College World SeriesN.C. State vs. North Carolina, 8 p.m., ESPN

UNC vs. NC State: Ring the bell for Round 5

acarter@newsobserver.comJune 19, 2013 

  • Round 5 ...

    A quick look back at the first four UNC-N.C. State bouts (Wolfpack ace Carlos Rodon started the past three):

    CWSNCSU 8-1Rodon 8Ks, 1 ER
    ACCUNC 2-1 (18)Cody Stubbs GW RBI
    April 27NCSU 7-3Rodon 10Ks
    April 26UNC 7-1Colin Moran 3-run HR
    Totals from the first four games
    2 Wins2
    13 Runs17
    37 Hits41
    2 Home runs1
    20.1 Starters IP26
    12 Starters ER6
    23.2 Relievers IP19
    4 Relievers ER4

— North Carolina’s players and coaches gathered on Tuesday night to watch N.C. State play against UCLA in the College World Series. The Tar Heels were not impartial observers. They wanted another chance to play against the Wolfpack, who dealt UNC an 8-1 defeat on Sunday in the first game of the College World Series.

There was a moment late in the N.C. State game when it seemed like UNC might have to wait a while for a rematch – if one came at all. In the eighth inning on Tuesday, Wolfpack shortstop Trea Turner hit a ball well to deep left field. Off the bat, it looked like it might be gone for a three-run home run.

“We were all watching it at the same time, and we thought he hit it out,” Chaz Frank, the Tar Heels’ senior center fielder, said on Wednesday. “And I’m pretty sure he thought he hit it out, too. I think he raised his hand like he hit it out. But it’s the park. There’s not going to be many balls that are going to be hit out.”

Instead of sailing over the fence, Turner’s hit landed for an out. Not long after, the Wolfpack recorded the final out of a 2-1 loss that sent them to the loser’s bracket against a familiar opponent. N.C. State coach Elliott Avent wasn’t in the mood on Tuesday night to talk about playing UNC for the fifth time this season.

He was still focused on the mistakes his team made against UCLA. A base running error here. A wild pitch there. Even on Wednesday, a day later, the pain of that defeat still lingered.

“I still haven’t gotten over the emotions of losing that game last night,” Avent said. “That game has stuck with me probably longer than any game has ever stuck with me.”

Even so, Avent perked up when informed how badly the Tar Heels wanted another shot at N.C. State.

“It’s easy to say you want to play somebody, but then you’ve got to do it,” Avent said. “I don’t know if I’d want to play us again, but if that’s what they want to do then they get their opportunity (Thursday) night.”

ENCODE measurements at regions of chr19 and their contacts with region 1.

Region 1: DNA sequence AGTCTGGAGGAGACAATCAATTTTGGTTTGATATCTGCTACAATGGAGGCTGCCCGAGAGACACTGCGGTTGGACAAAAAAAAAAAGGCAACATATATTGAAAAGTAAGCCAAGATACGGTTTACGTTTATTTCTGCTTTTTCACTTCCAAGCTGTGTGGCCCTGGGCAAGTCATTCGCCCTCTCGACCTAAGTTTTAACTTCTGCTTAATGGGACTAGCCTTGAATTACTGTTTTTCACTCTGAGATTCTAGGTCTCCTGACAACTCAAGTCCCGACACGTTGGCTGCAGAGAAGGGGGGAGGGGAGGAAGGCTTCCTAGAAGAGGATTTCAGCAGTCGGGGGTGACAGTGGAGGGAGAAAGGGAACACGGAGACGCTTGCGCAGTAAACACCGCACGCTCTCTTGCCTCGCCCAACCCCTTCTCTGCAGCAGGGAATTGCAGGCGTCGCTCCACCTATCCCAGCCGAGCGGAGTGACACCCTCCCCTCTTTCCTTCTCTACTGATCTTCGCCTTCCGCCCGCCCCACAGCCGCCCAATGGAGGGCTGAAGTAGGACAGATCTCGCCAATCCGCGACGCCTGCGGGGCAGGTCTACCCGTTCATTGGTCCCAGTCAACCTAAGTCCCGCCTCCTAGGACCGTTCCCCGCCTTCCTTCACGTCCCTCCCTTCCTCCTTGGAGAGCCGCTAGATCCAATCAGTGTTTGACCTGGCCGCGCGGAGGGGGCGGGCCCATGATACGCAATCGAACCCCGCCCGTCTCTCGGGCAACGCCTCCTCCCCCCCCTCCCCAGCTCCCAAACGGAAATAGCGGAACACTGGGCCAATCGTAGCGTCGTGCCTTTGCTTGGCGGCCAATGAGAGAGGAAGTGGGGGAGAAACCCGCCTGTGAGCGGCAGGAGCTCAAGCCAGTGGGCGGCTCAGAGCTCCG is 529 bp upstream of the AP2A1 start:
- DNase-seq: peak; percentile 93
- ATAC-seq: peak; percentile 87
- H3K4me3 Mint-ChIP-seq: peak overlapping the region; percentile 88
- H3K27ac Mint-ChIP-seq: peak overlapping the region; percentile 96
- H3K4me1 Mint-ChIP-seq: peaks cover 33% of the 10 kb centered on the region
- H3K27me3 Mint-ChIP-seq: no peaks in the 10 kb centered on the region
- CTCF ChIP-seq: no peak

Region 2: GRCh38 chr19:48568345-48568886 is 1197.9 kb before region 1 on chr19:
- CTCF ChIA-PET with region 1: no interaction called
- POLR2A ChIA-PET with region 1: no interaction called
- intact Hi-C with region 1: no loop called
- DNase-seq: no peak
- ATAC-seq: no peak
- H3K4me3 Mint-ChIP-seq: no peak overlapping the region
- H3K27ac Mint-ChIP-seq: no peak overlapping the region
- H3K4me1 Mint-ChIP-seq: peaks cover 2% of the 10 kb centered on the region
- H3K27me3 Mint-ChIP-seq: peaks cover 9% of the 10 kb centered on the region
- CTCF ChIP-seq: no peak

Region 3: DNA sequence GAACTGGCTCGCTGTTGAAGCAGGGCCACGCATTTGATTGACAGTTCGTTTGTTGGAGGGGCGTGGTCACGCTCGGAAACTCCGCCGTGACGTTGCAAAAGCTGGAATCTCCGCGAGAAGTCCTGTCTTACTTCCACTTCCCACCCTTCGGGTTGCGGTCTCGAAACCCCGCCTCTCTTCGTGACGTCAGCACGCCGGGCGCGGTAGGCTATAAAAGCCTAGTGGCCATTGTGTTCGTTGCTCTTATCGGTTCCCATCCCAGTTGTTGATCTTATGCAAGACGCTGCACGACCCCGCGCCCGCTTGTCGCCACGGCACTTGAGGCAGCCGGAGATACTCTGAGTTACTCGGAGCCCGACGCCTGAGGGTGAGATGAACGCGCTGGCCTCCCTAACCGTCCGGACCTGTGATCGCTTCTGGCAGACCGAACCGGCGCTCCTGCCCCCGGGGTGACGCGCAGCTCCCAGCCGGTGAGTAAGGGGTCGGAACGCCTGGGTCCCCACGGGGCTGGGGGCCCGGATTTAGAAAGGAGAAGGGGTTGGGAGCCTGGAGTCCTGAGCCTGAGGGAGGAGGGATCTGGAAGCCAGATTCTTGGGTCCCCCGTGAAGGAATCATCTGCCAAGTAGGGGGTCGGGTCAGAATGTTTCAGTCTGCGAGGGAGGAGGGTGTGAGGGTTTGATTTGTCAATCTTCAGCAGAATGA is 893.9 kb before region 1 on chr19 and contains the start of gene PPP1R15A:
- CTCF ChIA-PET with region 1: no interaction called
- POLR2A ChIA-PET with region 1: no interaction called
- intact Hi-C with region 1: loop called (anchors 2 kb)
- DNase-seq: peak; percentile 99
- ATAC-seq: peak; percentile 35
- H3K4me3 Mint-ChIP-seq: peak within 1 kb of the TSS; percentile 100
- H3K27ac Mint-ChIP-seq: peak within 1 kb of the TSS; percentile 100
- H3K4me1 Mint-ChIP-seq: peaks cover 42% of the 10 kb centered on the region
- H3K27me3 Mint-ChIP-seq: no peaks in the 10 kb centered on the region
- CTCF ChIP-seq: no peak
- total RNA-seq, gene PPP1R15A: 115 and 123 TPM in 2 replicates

The stakes were high on Sunday, when UNC and N.C. State played each other in the College World Series for the first time. Teams from the two schools had never met each other on such a stage, in any sport.

The rematch carries even more significance. The winner on Thursday night will survive to play another game. For the loser, the season will end with its fiercest rival ordering the one-way ticket back to the North Carolina.

“Yeah, I guess that makes a good story for you guys,” Grant Clyde, the Wolfpack’s senior third baseman, said on Wednesday after his team’s practice. “They beat us in the 18-inning game (in the ACC tournament). We split a pair at our place, and then came here and beat them in game one of the World Series.

“So yeah, I’m sure they’re looking for revenge.”

The Tar Heels might never be too disappointed to see the Wolfpack lose, and vice versa. But UNC might have taken special joy in N.C. State’s loss on Tuesday, since it guaranteed a rematch – and one without the specter of facing Carlos Rodon, the sophomore left-hander who has dominated the Tar Heels throughout his career.

Avent didn’t rule out the possibility of Rodon making a relief appearance, but N.C. State will start another left-hander, freshman Brad Stone.

UNC is starting Hobbs Johnson, a junior left-hander who allowed one run and six hits in 5 1/3 innings against the Wolfpack during the ACC tournament. Johnson’s performance in that game was a distant memory by the time UNC won the game in 18 innings.

“For us, especially since we lost the last one, our plan is to definitely send them home,” Johnson said.

Players from both teams expected they might see each other again after Sunday. That’s how it’s been for UNC and N.C. State this season.

They met in the ACC tournament game, and then traveled halfway across the country to play each other in Omaha. And now they’ll play for one final time.

“It’s like the stars just keep aligning for us to keep knocking heads,” UNC coach Mike Fox said on Wednesday. “So yeah – it probably is (fitting) after all the battles and the wars we had. Just not in the past. But this year in particular, it seems to be some special games we played. And perhaps this will be another one.”

Carter: 919-829-8944 Twitter: @_andrewcarter

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